Aron Kuppermann, 85
Aron Kuppermann, professor of chemical physics, emeritus, at the California Institute of Technology (Caltech), passed away October 15 at his home in Altadena, California. He was 85 years old.
A leader in the field of computational chemistry, Kuppermann was best known for his theoretical studies of the dynamics of chemical reactions. In the early 1970s, he completed the world's first complete three-dimensional quantum-mechanical calculation of a chemical reaction using an IBM 370. Later, he pioneered the use of supercomputers for predicting the cross sections and rates of chemical reactions.
"Aron will be known for the challenging work he did on fundamental quantum-mechanical treatments of the dynamics of chemical reactions," says Rudy Marcus, the Noyes Professor of Chemistry and a longtime colleague of Kuppermann. "He always went on, in a pioneering way, to increasingly challenging problems. The system of coordinates he developed and the equations that result from them provide a framework that others can follow."
Kuppermann developed the methodology for treating the complex relationships between electrons and nuclei in reactions, accounting for all possible relative positions and rotations in higher dimensional spaces. He started by treating a three-atom system involving just a single atom colliding with a diatomic molecule, and then moved on to systems with four or five atoms. Earlier in his career, he applied chemical physics to radiation chemistry and helped develop electron-impact spectroscopy.
In 2001, in a special issue of The Journal of Physical Chemistry A, several of Kuppermann's former students who have gone on to successful careers in chemistry wrote about their former mentor. In a tribute, they summed up his ability to span experiment and theory: "In doing his work, Aron combined a chemist's intuition for the way that reactions take place, with a physicist's knowledge of quantum mechanics, an engineer's insight into how to construct and maintain complex instrumentation, and an applied mathematician's interest in efficient and accurate numerical approaches for computational work—both for the theoretical work and the analysis needed to interpret experimental observations."
Born May 6, 1926, in São Paulo, Brazil, Kuppermann received his BS in chemical engineering in 1948 and another in civil engineering in 1952 from the University of São Paulo. He served as an assistant professor of chemistry at the Instituto Tecnológico de Aeronáutica in São José dos Campos from 1950 to 1951. In 1953, he traveled to the University of Edinburgh in Scotland where he studied for a year as a British Council Scholar before coming to the United States and the University of Notre Dame. Although he initially came to the U.S. as a fellow of the Institute of International Education, an advisor convinced him to stay at Notre Dame to earn his PhD, which he did in 1955.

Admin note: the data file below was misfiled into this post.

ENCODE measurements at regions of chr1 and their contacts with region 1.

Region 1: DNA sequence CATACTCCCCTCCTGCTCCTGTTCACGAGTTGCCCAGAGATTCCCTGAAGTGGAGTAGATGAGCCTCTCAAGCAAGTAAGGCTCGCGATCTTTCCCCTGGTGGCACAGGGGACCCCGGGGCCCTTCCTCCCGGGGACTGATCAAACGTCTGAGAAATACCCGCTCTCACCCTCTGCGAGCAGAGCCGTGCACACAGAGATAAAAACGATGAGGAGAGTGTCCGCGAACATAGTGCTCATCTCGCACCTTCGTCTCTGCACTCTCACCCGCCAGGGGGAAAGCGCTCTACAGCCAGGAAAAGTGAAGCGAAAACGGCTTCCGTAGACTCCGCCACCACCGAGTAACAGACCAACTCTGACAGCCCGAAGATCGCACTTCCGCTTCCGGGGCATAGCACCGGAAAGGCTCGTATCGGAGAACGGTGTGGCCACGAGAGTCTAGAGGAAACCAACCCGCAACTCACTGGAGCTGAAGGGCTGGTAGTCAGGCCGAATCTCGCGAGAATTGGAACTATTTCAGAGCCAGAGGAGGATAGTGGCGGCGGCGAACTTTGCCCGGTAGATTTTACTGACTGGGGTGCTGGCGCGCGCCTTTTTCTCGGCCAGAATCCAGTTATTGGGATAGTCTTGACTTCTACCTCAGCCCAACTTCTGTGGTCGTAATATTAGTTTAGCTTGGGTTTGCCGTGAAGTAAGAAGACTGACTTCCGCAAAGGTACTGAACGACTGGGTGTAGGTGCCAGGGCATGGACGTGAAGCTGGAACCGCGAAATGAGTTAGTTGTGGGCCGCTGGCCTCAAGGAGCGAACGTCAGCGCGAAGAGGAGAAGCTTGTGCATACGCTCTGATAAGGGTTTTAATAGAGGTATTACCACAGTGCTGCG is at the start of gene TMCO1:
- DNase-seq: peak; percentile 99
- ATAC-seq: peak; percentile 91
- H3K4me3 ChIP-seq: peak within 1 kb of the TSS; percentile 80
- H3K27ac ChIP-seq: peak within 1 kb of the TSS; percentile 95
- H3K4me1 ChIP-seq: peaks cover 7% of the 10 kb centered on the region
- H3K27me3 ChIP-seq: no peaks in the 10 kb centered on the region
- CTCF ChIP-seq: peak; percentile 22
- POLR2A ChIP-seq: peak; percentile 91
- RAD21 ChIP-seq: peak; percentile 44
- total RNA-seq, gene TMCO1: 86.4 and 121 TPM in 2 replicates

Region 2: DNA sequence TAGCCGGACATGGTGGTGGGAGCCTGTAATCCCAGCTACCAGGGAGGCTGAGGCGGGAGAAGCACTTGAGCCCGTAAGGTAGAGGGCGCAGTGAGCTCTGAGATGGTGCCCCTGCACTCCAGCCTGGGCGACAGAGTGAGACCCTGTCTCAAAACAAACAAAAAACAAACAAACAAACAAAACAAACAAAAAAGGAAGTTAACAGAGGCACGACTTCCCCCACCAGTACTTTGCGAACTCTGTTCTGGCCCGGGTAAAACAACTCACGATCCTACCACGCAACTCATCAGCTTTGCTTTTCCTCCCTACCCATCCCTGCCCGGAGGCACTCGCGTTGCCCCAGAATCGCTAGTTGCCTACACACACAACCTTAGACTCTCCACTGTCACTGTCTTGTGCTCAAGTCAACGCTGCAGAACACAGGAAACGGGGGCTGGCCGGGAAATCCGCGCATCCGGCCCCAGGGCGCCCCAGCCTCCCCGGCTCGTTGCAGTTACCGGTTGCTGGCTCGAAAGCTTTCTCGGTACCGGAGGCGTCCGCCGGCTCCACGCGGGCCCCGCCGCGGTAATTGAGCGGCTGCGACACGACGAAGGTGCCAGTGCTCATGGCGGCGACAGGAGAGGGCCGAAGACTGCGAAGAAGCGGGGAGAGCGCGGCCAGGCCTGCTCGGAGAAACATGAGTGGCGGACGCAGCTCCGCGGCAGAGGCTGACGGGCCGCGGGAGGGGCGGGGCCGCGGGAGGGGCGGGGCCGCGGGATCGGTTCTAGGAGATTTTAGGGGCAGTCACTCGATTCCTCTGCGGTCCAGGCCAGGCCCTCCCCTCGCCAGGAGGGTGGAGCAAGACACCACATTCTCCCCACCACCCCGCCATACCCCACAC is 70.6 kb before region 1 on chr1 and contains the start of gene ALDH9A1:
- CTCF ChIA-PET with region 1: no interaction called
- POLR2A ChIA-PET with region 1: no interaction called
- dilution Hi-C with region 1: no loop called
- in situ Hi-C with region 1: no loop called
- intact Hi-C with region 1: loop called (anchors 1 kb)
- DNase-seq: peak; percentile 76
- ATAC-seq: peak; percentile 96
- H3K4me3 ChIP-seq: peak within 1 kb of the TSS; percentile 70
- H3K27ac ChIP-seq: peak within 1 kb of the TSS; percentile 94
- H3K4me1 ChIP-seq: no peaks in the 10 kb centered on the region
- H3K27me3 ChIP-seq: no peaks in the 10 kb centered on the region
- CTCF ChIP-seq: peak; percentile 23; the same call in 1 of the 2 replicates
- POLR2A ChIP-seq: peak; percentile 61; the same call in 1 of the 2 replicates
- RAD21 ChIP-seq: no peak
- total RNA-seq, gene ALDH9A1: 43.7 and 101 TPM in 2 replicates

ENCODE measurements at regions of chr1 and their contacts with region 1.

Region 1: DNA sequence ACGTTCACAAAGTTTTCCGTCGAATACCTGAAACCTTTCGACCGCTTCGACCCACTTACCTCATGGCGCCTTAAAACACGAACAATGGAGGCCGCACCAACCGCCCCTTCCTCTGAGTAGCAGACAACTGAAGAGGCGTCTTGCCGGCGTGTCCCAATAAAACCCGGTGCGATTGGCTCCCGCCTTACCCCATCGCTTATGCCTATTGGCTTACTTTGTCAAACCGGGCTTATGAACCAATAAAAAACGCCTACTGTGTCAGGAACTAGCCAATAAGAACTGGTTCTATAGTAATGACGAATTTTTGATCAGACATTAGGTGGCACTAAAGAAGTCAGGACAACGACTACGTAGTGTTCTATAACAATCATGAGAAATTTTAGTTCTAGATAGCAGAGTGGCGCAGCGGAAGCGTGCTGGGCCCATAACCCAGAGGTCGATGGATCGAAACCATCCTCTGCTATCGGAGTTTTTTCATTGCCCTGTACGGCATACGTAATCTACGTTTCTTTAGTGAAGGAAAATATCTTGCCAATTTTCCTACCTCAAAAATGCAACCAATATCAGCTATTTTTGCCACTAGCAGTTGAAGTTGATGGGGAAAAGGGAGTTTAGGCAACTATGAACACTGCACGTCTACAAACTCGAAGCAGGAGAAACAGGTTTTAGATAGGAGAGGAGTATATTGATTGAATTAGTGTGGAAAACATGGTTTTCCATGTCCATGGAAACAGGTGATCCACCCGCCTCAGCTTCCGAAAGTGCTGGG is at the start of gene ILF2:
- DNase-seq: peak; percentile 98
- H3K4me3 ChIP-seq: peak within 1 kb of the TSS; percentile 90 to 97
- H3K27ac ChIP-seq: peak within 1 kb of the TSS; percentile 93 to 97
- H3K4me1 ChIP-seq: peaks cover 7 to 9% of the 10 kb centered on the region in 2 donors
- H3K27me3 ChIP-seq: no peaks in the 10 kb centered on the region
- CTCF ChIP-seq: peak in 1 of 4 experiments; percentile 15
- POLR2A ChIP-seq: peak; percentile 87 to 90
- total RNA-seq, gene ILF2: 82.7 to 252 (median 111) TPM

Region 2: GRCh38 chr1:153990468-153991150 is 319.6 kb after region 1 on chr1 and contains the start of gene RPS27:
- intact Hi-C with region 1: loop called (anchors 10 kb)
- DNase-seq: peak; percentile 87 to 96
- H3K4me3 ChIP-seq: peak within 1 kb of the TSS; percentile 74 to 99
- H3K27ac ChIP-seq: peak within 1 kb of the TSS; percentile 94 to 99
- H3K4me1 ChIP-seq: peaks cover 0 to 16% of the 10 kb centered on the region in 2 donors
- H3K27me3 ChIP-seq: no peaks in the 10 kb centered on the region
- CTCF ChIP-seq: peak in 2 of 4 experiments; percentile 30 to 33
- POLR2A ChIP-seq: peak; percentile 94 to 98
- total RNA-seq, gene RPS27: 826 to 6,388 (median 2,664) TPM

Between 1955 and 1963, Kuppermann worked his way up the faculty ranks at the University of Illinois. He joined the Caltech faculty as professor of chemical physics in 1963 and became emeritus in 2010.
"Aron was an important part of the Caltech family for almost 50 years," says Jackie Barton, chair of the Division of Chemistry and Chemical Engineering. "He was concerned about his students and helped always to mentor his young colleagues. He will be missed by all of us."
Kuppermann was a member of the advisory board of the International Journal for Radiation Physics and Chemistry (1968–76) and a member of the editorial board of the Journal of Physical Chemistry (1965–70). He also worked to improve the state of chemical education and research in other countries, especially his native Brazil—he was a member of the Joint U.S.–Brazil Science Cooperation Program on Graduate Teaching and Research in Chemistry sponsored by the National Academy of Sciences between 1969 and 1973 and served as its chairman from 1973 until 1976.
Throughout his career, Kuppermann received recognition for his work—he was made a fellow of the American Physical Society and the American Institute of Chemists and he was an honored lecturer and visiting professor at many universities and institutions. At Caltech, Kuppermann was selected for recognition by both undergraduate and graduate students as a leading teacher and mentor on campus. In an autobiography included in the special issue of The Journal of Physical Chemistry A, Kuppermann wrote that he had "derived enormous pleasure from the interaction with (his) students. . . . I could not have made whatever contributions to science I was involved in without their collaboration."
"I couldn't have asked for a better mentor," says Ravinder Abrol, a former student of Kuppermann. "Aron took personal interest in every student and ensured he was available for both professional and personal issues. He gave us freedom of thought by allowing us to grow and learn naturally but ensured that we didn't deviate too much from the intended path."
Kuppermann worked as a consultant for organizations such as the Argonne National Laboratory, the Armour Research Foundation of the Illinois Institute of Technology, the Central Institute of Chemistry of the University of Brasília, the Instituto de Energia Atômica in São Paulo, the Jet Propulsion Laboratory, TRW Systems, Inc., Varian Associates, and the World Bank. He was also Councilor for Chemistry to the International Association for Radiation Research and to the Radiation Research Society, as well as a member of the Advisory Panel on Atomic and Molecular Properties for the National Standard Reference Data Program.
Kuppermann is survived by his wife, Roza, and four children—Baruch, Miriam, Nathan, and Sharon.